As is detailed in the lawsuit Chappelle offered Abuelhiji terms through a several week negotiation (July-August 2004), that was finalized by Abuelhiji’s acceptance of the above terms on September 1, 2004, to begin that same day. Chappelle, informed many people in his employ and in the entertainment industry of Abuelhiji’s acceptance and resumption of the role of personal manager and even discussed the terms with several of these people, both in and out of his employ in the entertainment industry and according to the lawsuit the personal and financial records of Chappelle’s company reflect the fact that Abuelhiji accepted the terms and assumed the role of personal manger. Additionally, Abuelhiji, was paid advances on his commission in the form of $10,000 per month which amounted to a one time payment of $40,000 (mentioned earlier) when he was terminated by Chappelle on June 23, 2005. All three terms of the verbal contract have therefore been met, according to the lawsuit and Abuelhiji, thusly deserves to have such terms met by Chappelle in the form of current and future monies owed Abuelhiji.
It is clear that Abuelhiji negotiated several contracts for Chappelle that resulted in considerable real revenue for Chappelle. Though Chappelle walked away from the largest and precedent contract with Comedy Central with regard to his performance of Season Three of the Chappelle show, Abuelhiji is asking not for monies Chappelle forfeited with regard to any other contract termination, but to those real proceeds he received (and in the case of royalties will receive) with regard to contracts Abuelhiji made possible through ardent negotiations for Chappelle. This includes the producer credit for a movie Abuelhiji produced as well as the Comedy Central contract he procured for Chappelle. The sum total of the proceeds owed Abuelhiji being $864,500, not including future royalties owed Abuelhiji for projects and terms resulting from his work as personal manger.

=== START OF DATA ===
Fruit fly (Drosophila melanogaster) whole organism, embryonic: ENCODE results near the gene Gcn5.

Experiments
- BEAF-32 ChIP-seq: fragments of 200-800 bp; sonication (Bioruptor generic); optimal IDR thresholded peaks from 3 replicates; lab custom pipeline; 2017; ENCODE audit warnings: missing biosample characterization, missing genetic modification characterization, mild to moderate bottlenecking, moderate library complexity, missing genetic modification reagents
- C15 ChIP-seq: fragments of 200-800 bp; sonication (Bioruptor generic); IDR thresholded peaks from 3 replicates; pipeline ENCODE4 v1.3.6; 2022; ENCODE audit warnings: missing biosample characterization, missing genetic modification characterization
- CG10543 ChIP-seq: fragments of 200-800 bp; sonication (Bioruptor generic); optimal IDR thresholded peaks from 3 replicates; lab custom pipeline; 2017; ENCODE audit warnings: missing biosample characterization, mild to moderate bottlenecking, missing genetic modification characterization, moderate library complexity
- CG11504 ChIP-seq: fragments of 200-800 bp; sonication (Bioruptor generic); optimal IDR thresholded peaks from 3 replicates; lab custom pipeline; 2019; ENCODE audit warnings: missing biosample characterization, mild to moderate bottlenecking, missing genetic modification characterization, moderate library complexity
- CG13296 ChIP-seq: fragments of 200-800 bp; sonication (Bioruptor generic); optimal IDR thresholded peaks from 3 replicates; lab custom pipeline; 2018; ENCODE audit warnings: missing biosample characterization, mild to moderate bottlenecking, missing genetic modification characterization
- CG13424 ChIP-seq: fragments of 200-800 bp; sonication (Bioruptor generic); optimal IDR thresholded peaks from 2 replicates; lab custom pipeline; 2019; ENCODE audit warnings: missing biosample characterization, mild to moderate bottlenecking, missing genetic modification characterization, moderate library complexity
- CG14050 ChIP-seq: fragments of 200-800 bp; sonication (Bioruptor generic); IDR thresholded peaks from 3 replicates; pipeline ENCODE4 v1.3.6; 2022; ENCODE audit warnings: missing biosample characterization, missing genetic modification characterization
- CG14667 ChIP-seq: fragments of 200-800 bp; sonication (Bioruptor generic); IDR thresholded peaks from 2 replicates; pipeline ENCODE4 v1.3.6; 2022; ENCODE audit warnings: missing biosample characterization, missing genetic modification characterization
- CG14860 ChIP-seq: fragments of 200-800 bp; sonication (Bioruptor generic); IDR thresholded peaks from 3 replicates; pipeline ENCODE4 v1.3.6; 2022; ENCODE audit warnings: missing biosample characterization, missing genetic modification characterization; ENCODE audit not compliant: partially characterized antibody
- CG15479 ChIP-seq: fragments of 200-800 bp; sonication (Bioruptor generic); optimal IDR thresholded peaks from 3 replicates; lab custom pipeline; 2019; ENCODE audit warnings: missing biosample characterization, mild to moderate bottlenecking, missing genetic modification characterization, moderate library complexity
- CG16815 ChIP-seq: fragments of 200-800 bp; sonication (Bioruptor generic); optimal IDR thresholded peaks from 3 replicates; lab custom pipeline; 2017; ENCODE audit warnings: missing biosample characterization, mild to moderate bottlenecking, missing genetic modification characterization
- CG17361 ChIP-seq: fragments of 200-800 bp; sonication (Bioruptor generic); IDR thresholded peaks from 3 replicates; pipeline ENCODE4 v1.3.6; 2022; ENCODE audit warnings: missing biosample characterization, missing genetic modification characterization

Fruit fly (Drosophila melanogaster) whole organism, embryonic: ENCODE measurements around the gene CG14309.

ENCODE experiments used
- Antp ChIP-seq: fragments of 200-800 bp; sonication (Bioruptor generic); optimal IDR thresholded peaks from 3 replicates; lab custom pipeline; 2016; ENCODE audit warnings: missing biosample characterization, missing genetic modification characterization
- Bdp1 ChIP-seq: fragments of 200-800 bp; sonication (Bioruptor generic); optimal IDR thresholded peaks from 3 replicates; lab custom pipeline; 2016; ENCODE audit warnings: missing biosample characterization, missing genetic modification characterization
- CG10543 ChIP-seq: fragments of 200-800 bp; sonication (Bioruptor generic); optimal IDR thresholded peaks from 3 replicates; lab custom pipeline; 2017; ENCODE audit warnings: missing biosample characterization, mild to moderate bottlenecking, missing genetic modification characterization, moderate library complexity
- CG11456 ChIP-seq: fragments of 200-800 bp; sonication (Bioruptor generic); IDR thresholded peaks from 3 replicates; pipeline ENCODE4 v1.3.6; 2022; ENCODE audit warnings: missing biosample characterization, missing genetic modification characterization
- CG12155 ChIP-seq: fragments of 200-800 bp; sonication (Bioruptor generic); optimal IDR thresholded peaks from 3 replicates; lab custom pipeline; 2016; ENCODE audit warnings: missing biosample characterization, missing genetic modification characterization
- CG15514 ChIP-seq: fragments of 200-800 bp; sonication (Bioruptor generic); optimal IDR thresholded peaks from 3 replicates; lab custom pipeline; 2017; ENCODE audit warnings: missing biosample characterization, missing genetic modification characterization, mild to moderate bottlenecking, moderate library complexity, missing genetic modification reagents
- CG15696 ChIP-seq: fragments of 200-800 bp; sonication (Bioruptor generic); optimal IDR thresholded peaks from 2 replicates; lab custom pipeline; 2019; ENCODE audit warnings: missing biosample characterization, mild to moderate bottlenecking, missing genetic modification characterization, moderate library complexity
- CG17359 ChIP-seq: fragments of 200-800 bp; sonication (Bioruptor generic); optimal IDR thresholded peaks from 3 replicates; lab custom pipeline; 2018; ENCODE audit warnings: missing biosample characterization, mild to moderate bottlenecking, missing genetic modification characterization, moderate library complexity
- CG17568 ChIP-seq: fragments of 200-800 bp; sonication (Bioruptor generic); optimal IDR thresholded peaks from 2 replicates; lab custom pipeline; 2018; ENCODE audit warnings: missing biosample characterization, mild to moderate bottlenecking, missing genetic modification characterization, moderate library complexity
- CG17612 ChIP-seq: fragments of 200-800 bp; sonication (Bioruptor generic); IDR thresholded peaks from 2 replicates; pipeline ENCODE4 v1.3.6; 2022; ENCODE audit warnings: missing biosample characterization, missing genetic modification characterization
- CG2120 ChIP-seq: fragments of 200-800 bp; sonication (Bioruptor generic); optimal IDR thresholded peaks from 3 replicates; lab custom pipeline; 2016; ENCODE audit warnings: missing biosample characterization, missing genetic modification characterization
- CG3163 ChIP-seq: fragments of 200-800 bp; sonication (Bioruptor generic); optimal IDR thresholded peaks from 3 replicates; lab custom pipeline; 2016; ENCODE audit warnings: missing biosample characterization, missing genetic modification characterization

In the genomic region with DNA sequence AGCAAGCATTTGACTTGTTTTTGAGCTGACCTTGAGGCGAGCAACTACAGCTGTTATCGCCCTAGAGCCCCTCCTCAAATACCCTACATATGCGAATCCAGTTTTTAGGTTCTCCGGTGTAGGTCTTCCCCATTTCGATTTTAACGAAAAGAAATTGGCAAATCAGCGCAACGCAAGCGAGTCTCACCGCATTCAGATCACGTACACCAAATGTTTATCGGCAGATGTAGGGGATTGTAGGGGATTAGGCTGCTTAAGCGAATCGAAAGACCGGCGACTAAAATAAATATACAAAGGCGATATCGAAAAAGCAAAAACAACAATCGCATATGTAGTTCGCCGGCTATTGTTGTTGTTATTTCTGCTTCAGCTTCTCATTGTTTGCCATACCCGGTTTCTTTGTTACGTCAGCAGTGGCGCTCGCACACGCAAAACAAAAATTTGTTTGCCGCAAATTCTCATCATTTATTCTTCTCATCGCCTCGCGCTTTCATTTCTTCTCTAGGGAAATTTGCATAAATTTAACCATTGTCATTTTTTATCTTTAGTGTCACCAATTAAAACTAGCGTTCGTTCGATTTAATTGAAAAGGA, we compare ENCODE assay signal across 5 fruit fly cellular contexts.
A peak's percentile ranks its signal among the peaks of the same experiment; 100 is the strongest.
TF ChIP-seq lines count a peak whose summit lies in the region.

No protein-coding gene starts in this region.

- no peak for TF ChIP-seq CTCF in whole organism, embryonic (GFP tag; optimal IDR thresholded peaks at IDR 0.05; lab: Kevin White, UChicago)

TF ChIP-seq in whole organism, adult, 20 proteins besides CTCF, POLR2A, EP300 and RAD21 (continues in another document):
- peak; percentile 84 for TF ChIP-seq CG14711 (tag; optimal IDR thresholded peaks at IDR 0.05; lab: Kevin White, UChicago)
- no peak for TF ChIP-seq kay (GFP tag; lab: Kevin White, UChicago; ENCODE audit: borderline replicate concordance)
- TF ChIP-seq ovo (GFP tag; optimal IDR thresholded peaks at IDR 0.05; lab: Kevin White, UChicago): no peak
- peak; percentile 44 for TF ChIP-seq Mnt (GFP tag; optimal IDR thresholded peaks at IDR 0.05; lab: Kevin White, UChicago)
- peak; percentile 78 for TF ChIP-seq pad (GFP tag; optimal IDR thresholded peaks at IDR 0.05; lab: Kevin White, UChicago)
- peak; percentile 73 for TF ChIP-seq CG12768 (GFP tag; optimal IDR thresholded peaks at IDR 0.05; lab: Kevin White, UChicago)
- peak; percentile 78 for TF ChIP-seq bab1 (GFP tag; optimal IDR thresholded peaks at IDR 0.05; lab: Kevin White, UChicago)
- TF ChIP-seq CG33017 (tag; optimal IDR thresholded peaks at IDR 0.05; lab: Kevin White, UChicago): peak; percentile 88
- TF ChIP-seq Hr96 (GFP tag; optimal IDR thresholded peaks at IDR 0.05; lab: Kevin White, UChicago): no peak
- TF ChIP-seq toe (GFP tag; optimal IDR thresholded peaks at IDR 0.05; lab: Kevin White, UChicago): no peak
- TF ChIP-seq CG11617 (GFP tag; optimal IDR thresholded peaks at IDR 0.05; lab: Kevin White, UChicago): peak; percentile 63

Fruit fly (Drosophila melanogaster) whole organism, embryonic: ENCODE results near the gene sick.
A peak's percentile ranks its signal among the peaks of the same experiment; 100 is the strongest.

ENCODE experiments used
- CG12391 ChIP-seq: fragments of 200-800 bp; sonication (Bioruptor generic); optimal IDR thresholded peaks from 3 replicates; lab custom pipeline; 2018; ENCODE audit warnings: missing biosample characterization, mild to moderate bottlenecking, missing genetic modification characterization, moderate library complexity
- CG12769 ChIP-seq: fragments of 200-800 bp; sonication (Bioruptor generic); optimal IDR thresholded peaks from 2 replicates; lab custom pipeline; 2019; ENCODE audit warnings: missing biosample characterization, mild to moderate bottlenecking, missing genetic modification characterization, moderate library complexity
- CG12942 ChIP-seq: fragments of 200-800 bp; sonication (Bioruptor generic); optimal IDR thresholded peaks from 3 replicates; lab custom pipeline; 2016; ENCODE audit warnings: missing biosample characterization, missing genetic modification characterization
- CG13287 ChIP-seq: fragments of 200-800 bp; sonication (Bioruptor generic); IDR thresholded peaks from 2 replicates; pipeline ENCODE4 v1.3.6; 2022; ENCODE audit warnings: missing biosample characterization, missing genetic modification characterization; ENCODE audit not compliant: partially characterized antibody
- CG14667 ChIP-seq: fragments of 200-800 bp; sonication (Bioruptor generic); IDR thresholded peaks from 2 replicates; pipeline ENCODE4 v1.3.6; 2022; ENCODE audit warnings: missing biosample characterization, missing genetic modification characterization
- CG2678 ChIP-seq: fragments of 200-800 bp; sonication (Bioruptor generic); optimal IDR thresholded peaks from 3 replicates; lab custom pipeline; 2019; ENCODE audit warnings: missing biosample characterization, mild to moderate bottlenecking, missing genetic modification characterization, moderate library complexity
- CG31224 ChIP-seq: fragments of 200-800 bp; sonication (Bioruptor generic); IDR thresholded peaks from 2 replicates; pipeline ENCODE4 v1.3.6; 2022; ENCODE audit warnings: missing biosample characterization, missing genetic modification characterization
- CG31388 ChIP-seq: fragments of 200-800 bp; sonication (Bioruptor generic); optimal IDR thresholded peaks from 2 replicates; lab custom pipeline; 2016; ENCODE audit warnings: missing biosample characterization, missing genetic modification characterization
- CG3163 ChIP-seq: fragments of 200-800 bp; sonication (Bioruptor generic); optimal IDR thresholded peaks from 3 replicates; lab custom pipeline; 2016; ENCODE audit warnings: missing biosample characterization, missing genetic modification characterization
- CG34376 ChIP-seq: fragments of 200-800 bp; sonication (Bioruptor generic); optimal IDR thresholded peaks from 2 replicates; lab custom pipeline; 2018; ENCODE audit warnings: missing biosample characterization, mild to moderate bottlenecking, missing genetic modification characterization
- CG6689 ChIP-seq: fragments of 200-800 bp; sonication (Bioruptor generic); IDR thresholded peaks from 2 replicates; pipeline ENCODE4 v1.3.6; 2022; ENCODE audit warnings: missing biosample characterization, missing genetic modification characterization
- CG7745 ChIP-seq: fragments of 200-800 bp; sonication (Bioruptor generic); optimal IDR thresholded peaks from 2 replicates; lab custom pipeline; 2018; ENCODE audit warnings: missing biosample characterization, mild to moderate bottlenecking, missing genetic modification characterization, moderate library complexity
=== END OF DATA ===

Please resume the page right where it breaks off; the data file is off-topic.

Abuelhiji, has developed a strong case for the realization of payment by Chappelle in his suit, and the actions of Chappelle, i.e. The discussion of terms of said verbal contract with others as well as the statement by Chappelle to many that Abuelhiji was his personal manager, make the case for Chappelle difficult to rebut. Chappelle is clearly in breach of contract with Comedy Central, a staggeringly good contract that Abuelhiji made possible, but Abuelhiji has claimed only his percentage on monies that Chappelle has actually earned and will earn through the contract, up to the point where he left the contract in April 2005. This also bodes well for Abuelhiji in that it does not claim right to monies Chappelle would have earned, had he completed the additional 10 episodes of Season Three of his Comedy Central program. It is clear from the lawsuit that the monies are owed to Abuelhiji and should be paid by Chappelle barring a settlement, which is the likely scenario of the case. There is no question in my mind, or likely in the mind of those who will decide this case that there is cause by Abuelhiji for action of the enforcement of this verbal contract, despite the surrounding circumstances of Chappelle’s action of termination of Abuelhiji, and with or without a counter claim by Chappelle of his right to withhold said payment.
Ex-Manger to Chappelle: Pay up, *****!” The Smoking Gun Website at http://www.thesmokinggun.com/archive/1213052dave1.html
Verbal Contract Information” Online Lawyer Source at http://www.onlinelawyersource.com/contract/verbal.html
Simpson, a.W.B. The Rise of the Action of Assumpsit. Oxford, England: Oxford University Press, 1987.